IMO it is important to use a compliant mechanism as the hinge or pivot when spring loading the worm against the worm gear. This is because the movement is going to be very very small and pivot stiction could cause the worm not to linearly follow the  movement (stick slip) caused by runnout of both the worm and worm gear bearings  and/or machining inaccuracies.  Byers minimized that BTW. My plan is not to pivot but to use a parallel leaf-spring flexure made with BeCu sheets attached to the bottom of the worm block. 

 

Don

 

2-Leaf-springs-in-parallel4.png


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#9 Messyone

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Posted 15 December 2020 - 06:48 PM

This might help.

 

 

Attached Thumbnails

  • Byers Gear instructions #1.jpg
  • Byers gear instructions #2.jpg

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#10 Messyone

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Posted 15 December 2020 - 06:54 PM

How I bolted my 7.5" Dec gear to my 2" pillow block mount. The RA has a 10" Byers gear both out in the open and both work beautifully though I do have to wipe them down and lube often. I read somewhere that Silicone spay works (it does) but I prefer Lithium Grease that is used by Bicycle mechanics.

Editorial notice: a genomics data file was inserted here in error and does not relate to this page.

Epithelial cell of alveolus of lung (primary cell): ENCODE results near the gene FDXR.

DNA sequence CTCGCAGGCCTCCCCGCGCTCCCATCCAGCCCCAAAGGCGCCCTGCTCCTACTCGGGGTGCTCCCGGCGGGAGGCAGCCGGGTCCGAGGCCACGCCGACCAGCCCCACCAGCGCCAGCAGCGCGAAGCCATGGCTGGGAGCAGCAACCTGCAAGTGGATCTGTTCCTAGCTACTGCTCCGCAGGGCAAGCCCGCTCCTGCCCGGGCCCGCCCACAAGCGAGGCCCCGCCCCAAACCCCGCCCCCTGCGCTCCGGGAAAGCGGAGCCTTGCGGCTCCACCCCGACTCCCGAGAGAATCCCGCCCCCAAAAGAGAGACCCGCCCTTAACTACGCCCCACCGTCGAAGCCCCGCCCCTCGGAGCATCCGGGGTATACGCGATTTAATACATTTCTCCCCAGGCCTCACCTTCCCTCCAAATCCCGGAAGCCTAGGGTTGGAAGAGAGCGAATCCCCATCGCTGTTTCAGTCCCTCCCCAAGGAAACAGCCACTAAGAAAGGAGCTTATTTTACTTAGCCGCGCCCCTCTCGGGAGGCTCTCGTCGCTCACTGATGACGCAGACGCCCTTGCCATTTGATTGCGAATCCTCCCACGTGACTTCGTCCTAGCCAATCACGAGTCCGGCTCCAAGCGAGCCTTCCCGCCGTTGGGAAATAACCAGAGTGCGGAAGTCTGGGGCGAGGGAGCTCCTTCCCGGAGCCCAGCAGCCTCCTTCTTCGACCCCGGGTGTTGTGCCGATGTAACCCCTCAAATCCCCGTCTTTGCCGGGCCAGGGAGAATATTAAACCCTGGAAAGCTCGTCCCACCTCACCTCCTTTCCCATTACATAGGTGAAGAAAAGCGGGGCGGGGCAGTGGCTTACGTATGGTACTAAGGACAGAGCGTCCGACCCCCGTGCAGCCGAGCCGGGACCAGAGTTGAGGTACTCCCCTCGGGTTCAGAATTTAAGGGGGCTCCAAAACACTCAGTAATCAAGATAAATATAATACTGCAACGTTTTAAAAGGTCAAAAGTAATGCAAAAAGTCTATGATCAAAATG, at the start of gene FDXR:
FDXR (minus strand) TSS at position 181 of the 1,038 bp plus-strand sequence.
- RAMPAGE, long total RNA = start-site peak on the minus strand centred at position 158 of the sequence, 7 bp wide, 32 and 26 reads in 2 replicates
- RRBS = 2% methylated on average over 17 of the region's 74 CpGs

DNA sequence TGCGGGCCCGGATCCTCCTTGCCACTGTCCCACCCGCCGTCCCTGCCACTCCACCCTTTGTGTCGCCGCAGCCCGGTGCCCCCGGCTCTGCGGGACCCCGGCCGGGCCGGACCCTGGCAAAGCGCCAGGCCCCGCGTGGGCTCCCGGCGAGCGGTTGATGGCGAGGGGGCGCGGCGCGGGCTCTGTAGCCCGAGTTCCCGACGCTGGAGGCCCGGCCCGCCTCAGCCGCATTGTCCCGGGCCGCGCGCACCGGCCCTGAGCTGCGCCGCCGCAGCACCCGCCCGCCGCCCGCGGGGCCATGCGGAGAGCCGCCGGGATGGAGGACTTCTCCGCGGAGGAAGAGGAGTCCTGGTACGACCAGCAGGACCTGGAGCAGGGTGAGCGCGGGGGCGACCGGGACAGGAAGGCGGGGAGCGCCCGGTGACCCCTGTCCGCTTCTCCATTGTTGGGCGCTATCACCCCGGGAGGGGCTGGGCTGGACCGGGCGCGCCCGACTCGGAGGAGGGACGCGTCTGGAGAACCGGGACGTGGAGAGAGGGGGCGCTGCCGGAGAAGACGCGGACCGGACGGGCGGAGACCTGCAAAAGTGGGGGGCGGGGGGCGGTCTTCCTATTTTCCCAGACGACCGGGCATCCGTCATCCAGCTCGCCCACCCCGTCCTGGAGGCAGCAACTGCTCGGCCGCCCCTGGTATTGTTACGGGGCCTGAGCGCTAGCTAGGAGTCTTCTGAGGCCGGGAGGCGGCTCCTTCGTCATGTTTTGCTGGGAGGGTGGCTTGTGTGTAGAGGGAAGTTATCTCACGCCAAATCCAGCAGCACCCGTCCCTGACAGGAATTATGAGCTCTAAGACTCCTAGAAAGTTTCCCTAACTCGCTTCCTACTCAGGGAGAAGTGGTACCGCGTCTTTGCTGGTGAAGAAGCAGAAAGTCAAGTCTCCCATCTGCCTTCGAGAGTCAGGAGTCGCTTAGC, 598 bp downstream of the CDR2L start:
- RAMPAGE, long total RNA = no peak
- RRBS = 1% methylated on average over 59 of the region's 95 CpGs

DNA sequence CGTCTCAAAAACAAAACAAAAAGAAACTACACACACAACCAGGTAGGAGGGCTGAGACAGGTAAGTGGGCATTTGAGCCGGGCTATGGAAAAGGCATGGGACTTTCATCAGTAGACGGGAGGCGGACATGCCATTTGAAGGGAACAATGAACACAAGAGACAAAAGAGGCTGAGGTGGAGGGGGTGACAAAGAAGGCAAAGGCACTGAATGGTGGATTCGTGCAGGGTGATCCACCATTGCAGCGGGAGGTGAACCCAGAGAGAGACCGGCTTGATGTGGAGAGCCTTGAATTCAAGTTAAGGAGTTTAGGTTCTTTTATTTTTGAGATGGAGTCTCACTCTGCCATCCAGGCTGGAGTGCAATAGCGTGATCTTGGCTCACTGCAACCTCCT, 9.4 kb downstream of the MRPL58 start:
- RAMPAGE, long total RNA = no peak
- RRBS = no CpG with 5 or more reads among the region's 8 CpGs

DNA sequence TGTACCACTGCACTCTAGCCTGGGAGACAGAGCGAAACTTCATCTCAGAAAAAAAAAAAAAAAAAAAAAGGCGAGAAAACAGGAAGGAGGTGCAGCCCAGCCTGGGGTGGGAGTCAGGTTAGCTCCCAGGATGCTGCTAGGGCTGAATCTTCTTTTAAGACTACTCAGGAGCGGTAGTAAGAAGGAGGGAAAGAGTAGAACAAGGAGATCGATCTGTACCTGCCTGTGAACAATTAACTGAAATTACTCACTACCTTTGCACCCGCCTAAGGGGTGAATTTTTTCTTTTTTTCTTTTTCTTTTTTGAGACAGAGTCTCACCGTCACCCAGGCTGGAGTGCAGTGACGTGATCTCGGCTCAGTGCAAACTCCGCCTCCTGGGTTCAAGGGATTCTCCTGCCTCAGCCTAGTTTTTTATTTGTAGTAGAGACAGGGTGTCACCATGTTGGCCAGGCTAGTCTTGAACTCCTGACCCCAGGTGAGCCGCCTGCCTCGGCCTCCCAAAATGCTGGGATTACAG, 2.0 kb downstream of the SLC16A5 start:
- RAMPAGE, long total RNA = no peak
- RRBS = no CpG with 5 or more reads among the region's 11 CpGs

Attached Thumbnails

  • Byers gear mounting.jpg

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#11 Toups

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Posted 15 December 2020 - 07:08 PM

This might help.

Yes it does!  Thanks very much.  It's exactly the type of information I was hoping to find. 

 

Thanks to all who have replied so far.  Lots of good information and tips so far.

 

Thanks, again!


Edited by Toups, 15 December 2020 - 07:15 PM.


#12 Toups

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Posted 18 December 2020 - 07:32 AM

Is there information sheet on the clutch mechanism?

 

Thanks!